Here Come the Liberals: For Decades American Conservatism Defined Global Politics. Now We Are about to Witness a Seismic Change in Washington. Will Hutton Leads Our Special Report on the Profound Impact the New Thinking Will Have on Britain and the World

New Statesman (1996), November 17, 2008 | Go to article overview

Here Come the Liberals: For Decades American Conservatism Defined Global Politics. Now We Are about to Witness a Seismic Change in Washington. Will Hutton Leads Our Special Report on the Profound Impact the New Thinking Will Have on Britain and the World


British politicians, commentators and the public like to believe in their sturdy autonomy. We have arrived at our decisions as freeborn men and women. We debate our ideas furiously in pubs, on radio phone-ins or via letters to the editor. We read the opinion pages. We elect a sovereign parliament that passes the laws and regulations that we mandate.

The truth is more subtle. We dance to another country's tune. It is the United States that makes the political, cultural and intellectual weather. It is the rich American institutes that develop the ideas for XYZ plan or ABC radical reform. Our academics, especially in the social sciences, want to get published in the American journals and ensure they please the editor in question. Our politicians watch closely to see what works in the US. We enjoy their movies and use their technology. The West Wing and Mad Men are part of our culture, as are Sex and the City and Friends. We think we are free; we are painfully and excessively influenced by the US.

Which is why the election of Barack Obama matters so much. In the tidal wave of tears of joy, analysis of county by county results, the "were you awake to hear the speech" conversations, naming the puppy and the critiques of Michelle's wardrobe-and yet another article on the big things in his in-tray-one thing has been underplayed. Obama's success will transform British politics. The centre ground will move significantly to the left.

No account of the rise of Thatcherism or the character of new Labour is possible without acknowledging the force and impact of the 30-year ascendancy of American neoconservatism. They won control of Washington in the late 1979s, creating the Washington consensus. No country-from communist China to the Nordic social democracies--held out. Everybody, to a degree, bought into the market fundamentalist consensus. Tony Blair could have held out more than he did-but the room for manoeuvre was tiny.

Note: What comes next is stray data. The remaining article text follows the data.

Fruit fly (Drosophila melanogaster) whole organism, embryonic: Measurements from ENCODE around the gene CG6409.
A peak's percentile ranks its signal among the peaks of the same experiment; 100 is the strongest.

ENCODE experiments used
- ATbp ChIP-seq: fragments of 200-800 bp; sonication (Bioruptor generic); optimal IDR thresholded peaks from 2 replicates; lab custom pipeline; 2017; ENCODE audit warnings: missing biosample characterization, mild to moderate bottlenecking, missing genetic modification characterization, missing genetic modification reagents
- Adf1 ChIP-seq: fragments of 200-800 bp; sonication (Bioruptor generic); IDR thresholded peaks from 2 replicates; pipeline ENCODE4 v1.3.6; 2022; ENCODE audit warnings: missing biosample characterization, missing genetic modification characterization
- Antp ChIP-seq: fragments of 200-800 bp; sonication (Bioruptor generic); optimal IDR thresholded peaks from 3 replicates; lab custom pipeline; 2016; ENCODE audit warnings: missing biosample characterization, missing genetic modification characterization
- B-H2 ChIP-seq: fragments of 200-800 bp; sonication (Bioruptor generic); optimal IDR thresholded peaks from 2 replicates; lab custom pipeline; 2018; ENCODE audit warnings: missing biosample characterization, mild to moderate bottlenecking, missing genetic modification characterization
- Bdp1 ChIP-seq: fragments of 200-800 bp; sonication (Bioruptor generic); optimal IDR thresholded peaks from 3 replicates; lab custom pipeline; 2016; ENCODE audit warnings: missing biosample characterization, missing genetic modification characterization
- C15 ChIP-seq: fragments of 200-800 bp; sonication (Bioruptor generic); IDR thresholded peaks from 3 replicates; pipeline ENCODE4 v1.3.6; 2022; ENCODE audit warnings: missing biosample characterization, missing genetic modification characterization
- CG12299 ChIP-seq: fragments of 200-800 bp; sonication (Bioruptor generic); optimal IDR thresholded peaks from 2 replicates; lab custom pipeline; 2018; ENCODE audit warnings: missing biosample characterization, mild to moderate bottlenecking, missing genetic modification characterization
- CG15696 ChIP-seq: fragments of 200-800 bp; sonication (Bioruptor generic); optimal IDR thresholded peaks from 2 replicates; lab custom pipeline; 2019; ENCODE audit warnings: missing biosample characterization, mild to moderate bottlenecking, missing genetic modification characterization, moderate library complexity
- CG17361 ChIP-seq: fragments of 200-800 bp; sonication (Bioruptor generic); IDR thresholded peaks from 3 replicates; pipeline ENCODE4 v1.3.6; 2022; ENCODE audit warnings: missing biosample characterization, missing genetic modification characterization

It went very deep. Editors of the top US social science journals published articles in this idiom because they had secured their jobs by conforming to it; ambitious British academics soon learned what was accepted and what was not. Young British investment bankers training in New York learned about the value of securitisation. Treasury officials on secondment to Washington bought into the consensus that privatisation and deregulation were the only ways forward. From social policy (remember zero tolerance and broken windows) to "light touch" financial regulation, and from a belief in labour market flexibility to distrust of public service broadcasting, the cultural and intellectual backdrop was conservative.

Obama's election ends that. American conservatism is now in profound disarray, It is not just that Republicanism has been forced back to the south and the mountains states: the intellectual paradigm that it championed to nowhere but a credit crunch, a bloated and overpaid financial elite and the onset of a deep recession. No accident that Obama's lead jumped in the wake of the Lahman Brothers' bankruptcy and the part nationalisation of the banking system. Conservatism was no the ropes. A change had to come. Yes it did.

Here is a checklist of areas where the discourse is going to move left-intelligently and moderately because that is part of the Obama DNA. Firstly,. trade unionism. Barack Obama shares the view of liberal Democrats that the best way to roll back the stagnating real incomes of the squeezed middle of the United States is to strengthen the bargaining power of organised labour. An empowered upper working class across all ethnic groups is the backbone of both the Democrat party and the economy.

This president is the most pro-union since Roosevelt. He wants to help unions organise and get recognition through a simple membership card check system, which workers can use freely and anonymously to signal their readiness to join--fiercely opposed by American business. …

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